Coping with Change: Locus of Control

Alexander was dumped by his girlfriend. “How could she do this to me?!” he bemoaned “Nothing I did seemed good enough for her, I was always under attack, I put up with so much, and to top it off, she cheated on me!”

Alexandra was dumped by her girlfriend. “How could I have let this happened?” she lamented “She gave me all the warning signs, I knew she wasn’t happy, I wish I’d just done more”.

Who is responsible for the bad things that happen to you? Who deserves blame for your sorrows and defeats? Who deserves praise for your joys and victories?

When we analyse the chain of events that led up to a personal triumph or disaster, we usually see that many factors influenced the outcome. These factors can be classified as either internal (something I did) or external (something that other people, or the world, did). Take Alex’s sad tale:

Alex’s girlfriend decided to end the relationship because (1) she had been unhappy for a long time, and (2) she had met someone else. For Alex, the girlfriend meeting someone else is an external factor. She was mainly unhappy because Alex did not give her much attention (an internal factor).  

Influential psychologist, Julian B Rotter, noticed that some people hold themselves to be responsible for the trajectory of life, whilst others blame circumstances outside of their control. In 1954 he developed theory of locus of control. People who believe that they are in control of their lives he believed to have an internal locus of control. People who believed that others, or society, or fate, determine their life, are said to have an external locus of control. People with an internal locus of control were said to have better mental and physical health outcomes.

Alexandra focused on the internal factors of the breakup. She has an internal locus of control.

Alexander focused on the external factors. He has an external locus of control.


The only constant is change and change is constant. Although this has always been true, change has accelerated in recent years. Our ability to cope with change is a major determinant of how mentally healthy we are. Is it better to view change as externally, or internally derived?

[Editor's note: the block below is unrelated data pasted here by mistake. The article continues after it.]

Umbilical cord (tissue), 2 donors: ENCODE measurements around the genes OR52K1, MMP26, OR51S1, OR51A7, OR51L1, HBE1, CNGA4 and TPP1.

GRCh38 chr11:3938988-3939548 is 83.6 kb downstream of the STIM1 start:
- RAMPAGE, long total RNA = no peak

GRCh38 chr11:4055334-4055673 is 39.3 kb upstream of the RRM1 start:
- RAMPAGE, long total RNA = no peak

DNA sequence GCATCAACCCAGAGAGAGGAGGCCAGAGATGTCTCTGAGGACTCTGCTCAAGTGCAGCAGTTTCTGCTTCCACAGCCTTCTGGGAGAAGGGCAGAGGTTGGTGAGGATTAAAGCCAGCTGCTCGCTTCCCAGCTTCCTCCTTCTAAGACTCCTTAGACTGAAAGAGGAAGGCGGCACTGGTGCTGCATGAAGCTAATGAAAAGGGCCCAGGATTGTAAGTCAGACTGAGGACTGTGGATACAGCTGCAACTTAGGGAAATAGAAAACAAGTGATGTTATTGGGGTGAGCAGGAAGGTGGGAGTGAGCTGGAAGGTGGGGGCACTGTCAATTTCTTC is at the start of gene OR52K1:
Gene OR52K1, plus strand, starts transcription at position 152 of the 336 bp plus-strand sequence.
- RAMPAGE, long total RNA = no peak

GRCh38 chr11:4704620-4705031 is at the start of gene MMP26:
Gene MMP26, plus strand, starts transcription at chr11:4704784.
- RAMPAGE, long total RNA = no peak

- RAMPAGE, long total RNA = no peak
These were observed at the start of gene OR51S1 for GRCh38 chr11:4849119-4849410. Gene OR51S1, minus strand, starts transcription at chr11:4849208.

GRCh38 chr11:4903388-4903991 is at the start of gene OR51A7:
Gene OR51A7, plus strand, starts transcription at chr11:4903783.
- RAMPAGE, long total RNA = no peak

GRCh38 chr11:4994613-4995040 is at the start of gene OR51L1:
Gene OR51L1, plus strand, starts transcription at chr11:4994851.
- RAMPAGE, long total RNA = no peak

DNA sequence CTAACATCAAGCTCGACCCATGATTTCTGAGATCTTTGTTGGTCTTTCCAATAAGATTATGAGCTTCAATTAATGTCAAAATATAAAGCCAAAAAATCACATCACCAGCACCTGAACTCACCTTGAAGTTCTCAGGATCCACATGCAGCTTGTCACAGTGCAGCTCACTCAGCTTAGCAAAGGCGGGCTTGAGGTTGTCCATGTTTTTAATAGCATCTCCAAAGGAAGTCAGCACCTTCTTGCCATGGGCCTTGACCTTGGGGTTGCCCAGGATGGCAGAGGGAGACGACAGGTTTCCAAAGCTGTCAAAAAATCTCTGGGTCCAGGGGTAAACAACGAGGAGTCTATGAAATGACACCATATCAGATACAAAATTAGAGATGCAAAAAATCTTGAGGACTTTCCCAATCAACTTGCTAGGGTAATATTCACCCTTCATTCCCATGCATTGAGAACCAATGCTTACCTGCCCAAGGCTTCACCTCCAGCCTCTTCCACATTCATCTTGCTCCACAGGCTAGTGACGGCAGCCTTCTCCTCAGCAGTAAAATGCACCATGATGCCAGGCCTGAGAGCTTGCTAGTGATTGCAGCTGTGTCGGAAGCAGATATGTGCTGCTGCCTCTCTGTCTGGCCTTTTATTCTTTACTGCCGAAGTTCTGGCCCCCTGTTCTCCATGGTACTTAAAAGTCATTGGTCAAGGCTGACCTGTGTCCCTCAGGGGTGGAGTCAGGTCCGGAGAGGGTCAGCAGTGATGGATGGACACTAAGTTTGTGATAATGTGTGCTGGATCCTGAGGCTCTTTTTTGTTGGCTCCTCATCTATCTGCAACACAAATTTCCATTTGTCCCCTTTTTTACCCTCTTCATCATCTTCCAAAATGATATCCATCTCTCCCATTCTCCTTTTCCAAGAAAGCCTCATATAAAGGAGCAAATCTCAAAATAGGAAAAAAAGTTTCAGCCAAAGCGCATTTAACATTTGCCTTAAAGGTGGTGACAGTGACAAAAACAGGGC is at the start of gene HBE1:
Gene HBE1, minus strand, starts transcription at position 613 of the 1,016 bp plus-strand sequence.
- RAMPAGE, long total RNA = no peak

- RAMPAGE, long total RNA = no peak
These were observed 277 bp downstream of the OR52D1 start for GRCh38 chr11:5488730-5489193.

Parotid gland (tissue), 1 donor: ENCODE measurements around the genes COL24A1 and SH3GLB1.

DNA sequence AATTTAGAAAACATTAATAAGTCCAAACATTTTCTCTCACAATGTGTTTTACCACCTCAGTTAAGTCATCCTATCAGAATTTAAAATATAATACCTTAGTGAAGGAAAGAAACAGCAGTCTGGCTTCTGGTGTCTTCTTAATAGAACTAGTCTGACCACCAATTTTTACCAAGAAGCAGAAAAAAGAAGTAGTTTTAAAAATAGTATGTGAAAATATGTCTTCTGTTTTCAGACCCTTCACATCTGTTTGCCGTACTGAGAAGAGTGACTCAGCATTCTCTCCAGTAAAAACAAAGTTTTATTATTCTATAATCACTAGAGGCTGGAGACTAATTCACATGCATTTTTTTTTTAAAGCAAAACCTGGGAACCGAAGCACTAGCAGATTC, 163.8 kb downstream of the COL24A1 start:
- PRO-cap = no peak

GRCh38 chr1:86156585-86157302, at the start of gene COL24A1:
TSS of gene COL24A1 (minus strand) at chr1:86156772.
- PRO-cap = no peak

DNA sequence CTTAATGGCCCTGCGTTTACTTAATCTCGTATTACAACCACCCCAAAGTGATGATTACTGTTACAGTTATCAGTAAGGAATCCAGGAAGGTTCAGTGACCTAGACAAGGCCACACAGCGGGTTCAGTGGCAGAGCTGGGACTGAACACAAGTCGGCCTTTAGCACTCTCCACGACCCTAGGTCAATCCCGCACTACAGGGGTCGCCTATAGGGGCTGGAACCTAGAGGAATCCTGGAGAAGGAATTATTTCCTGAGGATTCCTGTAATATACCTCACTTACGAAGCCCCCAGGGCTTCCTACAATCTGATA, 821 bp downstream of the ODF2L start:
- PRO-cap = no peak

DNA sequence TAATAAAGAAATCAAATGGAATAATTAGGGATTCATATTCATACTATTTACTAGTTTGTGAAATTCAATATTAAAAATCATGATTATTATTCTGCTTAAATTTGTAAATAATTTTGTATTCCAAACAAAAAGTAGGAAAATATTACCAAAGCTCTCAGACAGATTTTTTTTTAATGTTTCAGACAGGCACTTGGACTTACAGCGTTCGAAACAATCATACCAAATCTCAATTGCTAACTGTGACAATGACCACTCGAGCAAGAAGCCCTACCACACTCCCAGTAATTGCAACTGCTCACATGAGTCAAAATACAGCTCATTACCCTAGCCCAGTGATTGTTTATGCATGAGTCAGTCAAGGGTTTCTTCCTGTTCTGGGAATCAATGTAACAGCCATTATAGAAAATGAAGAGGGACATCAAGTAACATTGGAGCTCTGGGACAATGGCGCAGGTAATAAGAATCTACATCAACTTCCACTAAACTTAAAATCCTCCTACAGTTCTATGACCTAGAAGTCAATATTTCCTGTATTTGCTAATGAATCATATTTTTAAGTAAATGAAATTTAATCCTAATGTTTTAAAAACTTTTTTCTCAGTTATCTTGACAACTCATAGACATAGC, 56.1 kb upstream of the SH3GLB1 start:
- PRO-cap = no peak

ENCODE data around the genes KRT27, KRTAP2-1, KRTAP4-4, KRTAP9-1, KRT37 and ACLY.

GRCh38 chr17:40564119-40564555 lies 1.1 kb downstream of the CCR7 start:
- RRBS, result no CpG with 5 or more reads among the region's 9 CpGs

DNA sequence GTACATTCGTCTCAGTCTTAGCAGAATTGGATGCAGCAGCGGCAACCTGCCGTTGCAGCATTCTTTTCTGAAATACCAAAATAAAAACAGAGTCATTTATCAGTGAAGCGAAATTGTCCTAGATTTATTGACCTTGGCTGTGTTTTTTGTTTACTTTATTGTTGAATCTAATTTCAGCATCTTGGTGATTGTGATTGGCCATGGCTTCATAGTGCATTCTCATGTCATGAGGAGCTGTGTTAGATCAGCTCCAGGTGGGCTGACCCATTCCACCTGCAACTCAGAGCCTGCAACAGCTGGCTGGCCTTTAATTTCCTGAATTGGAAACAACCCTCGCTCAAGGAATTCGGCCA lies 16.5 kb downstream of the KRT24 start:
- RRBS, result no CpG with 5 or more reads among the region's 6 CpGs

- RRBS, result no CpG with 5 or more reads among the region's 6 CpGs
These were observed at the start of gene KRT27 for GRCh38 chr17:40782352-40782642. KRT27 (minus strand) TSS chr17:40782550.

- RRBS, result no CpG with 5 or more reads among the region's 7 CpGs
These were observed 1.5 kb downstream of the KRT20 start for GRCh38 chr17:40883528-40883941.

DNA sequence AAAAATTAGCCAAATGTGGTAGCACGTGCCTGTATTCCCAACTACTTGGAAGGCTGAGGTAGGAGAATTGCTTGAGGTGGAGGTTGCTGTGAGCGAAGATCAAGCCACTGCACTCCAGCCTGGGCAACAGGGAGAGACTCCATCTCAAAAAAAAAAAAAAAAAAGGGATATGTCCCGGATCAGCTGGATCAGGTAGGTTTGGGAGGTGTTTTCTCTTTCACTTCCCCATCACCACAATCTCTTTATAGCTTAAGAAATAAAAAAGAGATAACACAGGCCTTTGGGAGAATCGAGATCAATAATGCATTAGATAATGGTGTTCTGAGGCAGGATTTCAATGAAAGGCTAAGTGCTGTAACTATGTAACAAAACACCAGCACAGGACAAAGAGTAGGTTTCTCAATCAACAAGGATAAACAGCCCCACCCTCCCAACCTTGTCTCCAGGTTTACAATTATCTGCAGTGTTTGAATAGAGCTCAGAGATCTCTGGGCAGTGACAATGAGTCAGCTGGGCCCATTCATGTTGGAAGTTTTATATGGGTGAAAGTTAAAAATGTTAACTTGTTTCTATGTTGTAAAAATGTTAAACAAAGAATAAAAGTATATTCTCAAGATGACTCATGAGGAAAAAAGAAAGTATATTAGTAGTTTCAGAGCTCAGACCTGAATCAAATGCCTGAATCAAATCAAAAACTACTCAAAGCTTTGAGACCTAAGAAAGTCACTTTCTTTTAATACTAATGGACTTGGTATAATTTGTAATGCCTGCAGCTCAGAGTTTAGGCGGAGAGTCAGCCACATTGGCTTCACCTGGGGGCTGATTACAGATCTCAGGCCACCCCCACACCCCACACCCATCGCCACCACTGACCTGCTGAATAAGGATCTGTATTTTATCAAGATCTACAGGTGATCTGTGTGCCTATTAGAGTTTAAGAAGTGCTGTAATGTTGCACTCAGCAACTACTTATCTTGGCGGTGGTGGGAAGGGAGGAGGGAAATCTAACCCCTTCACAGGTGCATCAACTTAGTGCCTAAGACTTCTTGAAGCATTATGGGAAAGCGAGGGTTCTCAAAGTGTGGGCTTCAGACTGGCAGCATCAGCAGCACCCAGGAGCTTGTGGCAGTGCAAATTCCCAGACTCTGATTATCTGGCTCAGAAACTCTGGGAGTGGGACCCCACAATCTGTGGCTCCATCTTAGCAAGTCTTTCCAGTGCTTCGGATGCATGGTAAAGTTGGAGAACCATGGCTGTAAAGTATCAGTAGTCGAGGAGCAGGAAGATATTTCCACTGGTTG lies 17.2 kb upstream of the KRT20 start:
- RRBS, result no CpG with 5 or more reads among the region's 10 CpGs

Our international society, bloated by years of population growth and greater global connection, has watered down the personal influence each of us has on the trajectory of politics and society and culture. Decisions that happen in the governments of other countries, or in corporate boardrooms, have much more influence than decisions made by people like us, for people like us. So many certainties of life have already fallen that its hard to feel confident about anything. In the face of this modern life, surely one can only believe in an external locus of control.

On the other hand, by some measures, the people have never had so much power. The internet has allowed us to connect with other like-minded individuals, and therefore be capable of pushing for grassroot change. Education and transparency have lifted the veil of ignorance that separated the masses from the elite for millennia. Democratic enfranchisement has given the silent of previous generations a voice. Now more than ever we should have an internal locus of control.

How to face change?

Is it better to assume responsibility for our existence, for better or for worse, or to rail against the people and structures that harm us? Seeing ourselves as powerless or empowered; in my opinion they both make a good case. There is truth in both.

Greek philosopher, Zeno the Stoic, believed that although we are powerless to alter nature and fate, are free to select our attitude toward them. Zeno told a parable of a dog getting dragged by a cart through the countryside. Regardless of how the dog strains on the leash, he will not affect the course of the cart. Freedom, for the dog, lies in understanding its limitations. Following the flow of the cart, but using whatever slack remains on the chain to go where it wishes.

How does this relate to we humans? Humans to feel more mentally healthy when we feel in control of our lives. So, we should focus attention on what we can control and accept the rest. And it is an art to differentiate between what we can control and what we cannot. This art is called wisdom, and it lies above our simple urges to blame ourselves or fate.

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